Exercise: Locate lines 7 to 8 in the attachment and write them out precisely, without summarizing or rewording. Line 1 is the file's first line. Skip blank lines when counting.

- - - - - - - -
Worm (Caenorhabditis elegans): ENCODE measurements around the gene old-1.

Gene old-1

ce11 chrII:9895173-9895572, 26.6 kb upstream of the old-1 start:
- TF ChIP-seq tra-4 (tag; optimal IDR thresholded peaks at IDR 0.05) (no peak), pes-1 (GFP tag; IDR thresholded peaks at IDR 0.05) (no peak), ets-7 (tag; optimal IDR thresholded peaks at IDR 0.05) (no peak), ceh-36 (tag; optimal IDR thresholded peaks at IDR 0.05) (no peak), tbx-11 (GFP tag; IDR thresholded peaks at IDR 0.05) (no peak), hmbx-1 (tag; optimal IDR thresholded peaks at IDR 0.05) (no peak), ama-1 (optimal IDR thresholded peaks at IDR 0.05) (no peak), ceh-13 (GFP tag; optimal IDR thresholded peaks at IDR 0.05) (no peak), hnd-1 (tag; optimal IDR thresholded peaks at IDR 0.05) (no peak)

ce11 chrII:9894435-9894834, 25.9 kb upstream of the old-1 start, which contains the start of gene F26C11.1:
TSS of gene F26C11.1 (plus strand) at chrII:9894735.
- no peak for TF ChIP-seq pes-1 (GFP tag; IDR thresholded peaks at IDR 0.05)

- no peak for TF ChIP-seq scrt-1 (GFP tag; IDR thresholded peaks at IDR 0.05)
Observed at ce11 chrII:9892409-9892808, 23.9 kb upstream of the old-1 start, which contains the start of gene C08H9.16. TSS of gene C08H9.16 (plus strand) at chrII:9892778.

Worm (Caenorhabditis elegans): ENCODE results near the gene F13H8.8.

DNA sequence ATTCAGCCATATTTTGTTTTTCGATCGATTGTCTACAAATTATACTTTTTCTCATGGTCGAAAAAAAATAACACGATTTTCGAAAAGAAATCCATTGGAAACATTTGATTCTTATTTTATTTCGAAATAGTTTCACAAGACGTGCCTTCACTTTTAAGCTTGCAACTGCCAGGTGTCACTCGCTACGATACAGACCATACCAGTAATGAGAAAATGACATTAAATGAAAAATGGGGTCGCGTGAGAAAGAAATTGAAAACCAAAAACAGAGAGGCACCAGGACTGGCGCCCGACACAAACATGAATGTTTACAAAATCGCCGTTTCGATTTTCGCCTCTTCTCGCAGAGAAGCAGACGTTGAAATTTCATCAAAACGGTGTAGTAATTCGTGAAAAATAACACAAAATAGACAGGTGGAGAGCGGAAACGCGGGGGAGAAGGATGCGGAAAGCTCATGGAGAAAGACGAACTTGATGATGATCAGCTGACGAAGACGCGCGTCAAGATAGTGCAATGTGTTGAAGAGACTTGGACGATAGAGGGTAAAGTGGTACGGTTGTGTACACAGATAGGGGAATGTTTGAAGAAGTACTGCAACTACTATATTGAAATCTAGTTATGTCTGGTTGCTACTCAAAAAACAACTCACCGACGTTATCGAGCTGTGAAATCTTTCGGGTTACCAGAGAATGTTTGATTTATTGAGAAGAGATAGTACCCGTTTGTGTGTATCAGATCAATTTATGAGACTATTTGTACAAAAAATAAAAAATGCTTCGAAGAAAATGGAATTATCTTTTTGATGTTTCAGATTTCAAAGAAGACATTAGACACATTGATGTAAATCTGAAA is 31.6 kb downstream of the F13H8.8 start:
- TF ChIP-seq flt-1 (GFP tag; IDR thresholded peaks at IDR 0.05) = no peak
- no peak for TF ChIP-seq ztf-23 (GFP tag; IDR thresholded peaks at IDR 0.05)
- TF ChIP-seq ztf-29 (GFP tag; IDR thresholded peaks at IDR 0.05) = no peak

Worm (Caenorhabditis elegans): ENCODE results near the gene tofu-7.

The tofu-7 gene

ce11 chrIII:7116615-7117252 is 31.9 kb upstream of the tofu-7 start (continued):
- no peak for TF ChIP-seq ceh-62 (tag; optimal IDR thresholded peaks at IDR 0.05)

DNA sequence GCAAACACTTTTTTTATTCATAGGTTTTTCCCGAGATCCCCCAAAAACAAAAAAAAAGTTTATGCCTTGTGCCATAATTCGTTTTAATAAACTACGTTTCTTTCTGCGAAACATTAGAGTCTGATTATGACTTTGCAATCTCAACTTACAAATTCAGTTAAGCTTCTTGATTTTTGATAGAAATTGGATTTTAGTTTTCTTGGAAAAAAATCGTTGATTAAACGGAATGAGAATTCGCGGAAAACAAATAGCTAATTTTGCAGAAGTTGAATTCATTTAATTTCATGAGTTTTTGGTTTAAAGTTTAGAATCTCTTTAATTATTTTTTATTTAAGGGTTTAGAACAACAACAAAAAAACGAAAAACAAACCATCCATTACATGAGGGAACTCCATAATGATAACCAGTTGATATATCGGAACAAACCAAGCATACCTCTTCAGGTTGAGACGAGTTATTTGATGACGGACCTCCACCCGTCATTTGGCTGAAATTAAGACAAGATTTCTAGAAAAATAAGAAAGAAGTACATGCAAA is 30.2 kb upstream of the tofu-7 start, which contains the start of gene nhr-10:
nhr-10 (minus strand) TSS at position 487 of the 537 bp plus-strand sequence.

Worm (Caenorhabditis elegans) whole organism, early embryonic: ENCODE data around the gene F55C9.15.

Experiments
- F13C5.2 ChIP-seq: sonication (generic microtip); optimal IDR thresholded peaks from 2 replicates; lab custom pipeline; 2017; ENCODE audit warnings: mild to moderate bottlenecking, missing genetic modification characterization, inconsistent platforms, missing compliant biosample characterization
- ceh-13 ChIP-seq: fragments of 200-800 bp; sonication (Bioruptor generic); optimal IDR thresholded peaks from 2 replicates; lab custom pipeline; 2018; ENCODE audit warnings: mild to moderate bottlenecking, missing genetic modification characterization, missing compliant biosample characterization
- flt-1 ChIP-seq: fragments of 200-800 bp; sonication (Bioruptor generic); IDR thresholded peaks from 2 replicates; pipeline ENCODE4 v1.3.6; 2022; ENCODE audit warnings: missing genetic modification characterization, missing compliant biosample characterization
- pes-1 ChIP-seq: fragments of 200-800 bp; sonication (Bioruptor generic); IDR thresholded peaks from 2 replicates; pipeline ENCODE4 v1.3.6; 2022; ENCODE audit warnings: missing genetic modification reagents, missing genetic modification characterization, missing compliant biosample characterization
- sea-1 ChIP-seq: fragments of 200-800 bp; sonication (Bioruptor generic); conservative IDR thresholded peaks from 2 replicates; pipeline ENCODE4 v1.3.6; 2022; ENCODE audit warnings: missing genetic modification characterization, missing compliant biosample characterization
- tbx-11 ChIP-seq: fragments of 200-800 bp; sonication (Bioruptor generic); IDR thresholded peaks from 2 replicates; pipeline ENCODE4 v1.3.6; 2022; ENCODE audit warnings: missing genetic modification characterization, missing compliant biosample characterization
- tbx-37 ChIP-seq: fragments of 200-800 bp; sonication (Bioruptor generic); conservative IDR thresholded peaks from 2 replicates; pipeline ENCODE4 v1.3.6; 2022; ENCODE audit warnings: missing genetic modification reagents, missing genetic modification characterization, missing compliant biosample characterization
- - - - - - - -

- no peak for TF ChIP-seq pes-1 (GFP tag; IDR thresholded peaks at IDR 0.05)

- no peak for TF ChIP-seq scrt-1 (GFP tag; IDR thresholded peaks at IDR 0.05)